Reading for me is like food and water – an essential experience in life, and one I can’t imagine being without. I’m so grateful to my dad for sharing his love of reading with me. Not because we shared books but because I saw his example of reading being a pleasure even though, in retrospect, I suspect he was somewhat dyslexic. Similarly, I love seeing my grandson being immersed in a book and not lifting his eyes when the end is in sight.
My mother was never much of a reader which is strange because she liked to write some poetry and little children’s stories. To her, reading was a waste of time away from tasks and hobbies, unless it was reading something religious. Dad combined both by bringing me bible story comics when I was sick.
Religion is a hot button topic for many people and a source of great contention for many people. These days I’m sitting on the barbed wire fence on the topic even though (or because) I was firmly embedded in the Catholic religion when growing up.
Ancestors and Reading
I wonder whether reading was important to any of my ancestors. I can’t imagine not being able to read as many of my early Irish ancestors couldn’t. It seems likely George Kunkel could have read at least the news because he was a regular signatory to government petitions, yet would he have had any German literature available to him? Did he subscribe to the German language newspaper, Die Nord Australische Zeitung, which was published in Australia or could he not afford it? Luckily at least some articles found their way into the local English newspapers. Did family members perhaps send him a book or two? Was there a German-language lending library anywhere or did he bring a couple of books with him when he emigrated? So many questions and so few answers. The reality is probably that all of my immigrant ancestors were so busy working long hours to establish themselves that the hobby and pleasure of reading just didn’t fit into their day.
I think, too, that they cultivated the power of memory more than perhaps we do. Dad could rattle off verses of poetry, whereas that was a skill beyond me. Did they learn them at school and never forget?
We never stop reading, although every book comes to an end, just as we never stop living, although death is certain. Roberto Bolano, Chilean writer
Ancestors and Religion
Mostly religion is much more clear-cut for my ancestors: they fitted neatly into mainly two categories. The Irish were Roman Catholics and the Scots were Church of Scotland or later Presbyterian. A couple wavered between Baptist, Methodist and Church of England. Ironically, my maternal, Catholic, branch includes as many non-Catholics as Catholics, while my non-Catholic paternal side has just as much representation of Catholics.
True religion is real living; living with all one’s soul, with all one’s goodness and righteousness. Albert Einstein, German physicist.
The truly sad thing is how religion could divide families. My father was a non-Catholic and I am appalled now to think how much he was humbugged, including by me, to come to the Catholic church with us and how his entire home environment was filled with Catholic iconography. On his death bed he told me he wasn’t religious but he had faith. Amen! My grandfather refused to attend his daughter’s wedding in the Methodist church in Brisbane, Dad’s cousins reportedly would not attend his wedding in the Catholic church or act as groomsmen. My paternal grandfather, from a long line of Catholics, lost contact with most of his siblings after he left the church so that while I have myriad second cousins on that line I knew nothing about them until, by coincidence, one was in my class at high school and recognised my surname. Similarly visits by my grandmother’s Presbyterian siblings and children generated angst if I jumped the fence (literally and figuratively) to go and see them. I’m so grateful that second cousins on both my Catholic and Presbyterian lines have reached out over the years and we’ve regenerated the links and friendships that were lost. If all that reads very cynically you can see why I sit on that barbed wire fence today.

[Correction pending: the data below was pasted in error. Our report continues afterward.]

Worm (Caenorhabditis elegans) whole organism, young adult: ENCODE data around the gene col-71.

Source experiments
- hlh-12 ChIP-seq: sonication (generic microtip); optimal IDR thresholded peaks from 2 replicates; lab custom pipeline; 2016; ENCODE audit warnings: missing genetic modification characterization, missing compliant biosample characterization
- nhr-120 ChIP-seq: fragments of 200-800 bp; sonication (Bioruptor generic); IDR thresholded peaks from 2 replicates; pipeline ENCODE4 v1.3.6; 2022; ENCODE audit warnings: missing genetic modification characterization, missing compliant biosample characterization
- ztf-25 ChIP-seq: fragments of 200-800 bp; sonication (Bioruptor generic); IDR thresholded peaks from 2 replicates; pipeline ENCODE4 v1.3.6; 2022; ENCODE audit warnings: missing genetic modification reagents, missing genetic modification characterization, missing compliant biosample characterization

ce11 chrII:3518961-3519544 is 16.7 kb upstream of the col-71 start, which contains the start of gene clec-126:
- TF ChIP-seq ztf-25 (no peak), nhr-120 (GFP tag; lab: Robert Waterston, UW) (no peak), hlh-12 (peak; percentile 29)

Let your religion be less of a theory and more of a love affair. G.K. Chesterton, British writer.
Ancestors, Religion and Community
In those very early days of pioneering settlement, families played a huge role in bringing churches to their communities. Similarly, the clergy of all denominations rode long miles across the colony to visit their parishioners, sometimes marrying couples and baptising their children at the same time. Oftentimes, the members of all churches contributed to funds for the building of another church…they were all in it together to develop their communities.
Lists of donations to church building were published in the newspapers and while I was lucky enough to find some pre-digitisation, Trove has certainly made it so much easier to find them and get a sense of where they fitted in the community’s financial structure.
Community gatherings celebrated the opening of churches and of course the women were pivotal in organising and feeding people at these events.
I was surprised how often I’ve blogged about religion over the past 10 years but you can find any by entering “religion” in the search bar on the top right of the page. Perhaps the most relevant is another post here or religion in Papua New Guinea here.
When I admire the wonders of a sunset or the beauty of the moon, my soul expands in the worship of the creator. Mahatma Gandhi, Indian leader.
Religion played a pivotal role in my life for many years and reading has been a constant thread thoughout my life.
Was religion an important part of your ancestors’ lives?
And for the family historians who love to unearth an epitaph for their ancestors – an amusing, ironic quote:
Reading the epitaphs, our only salvation lies in resurrecting the dead and burying the living. Paul Eldridge, American educator.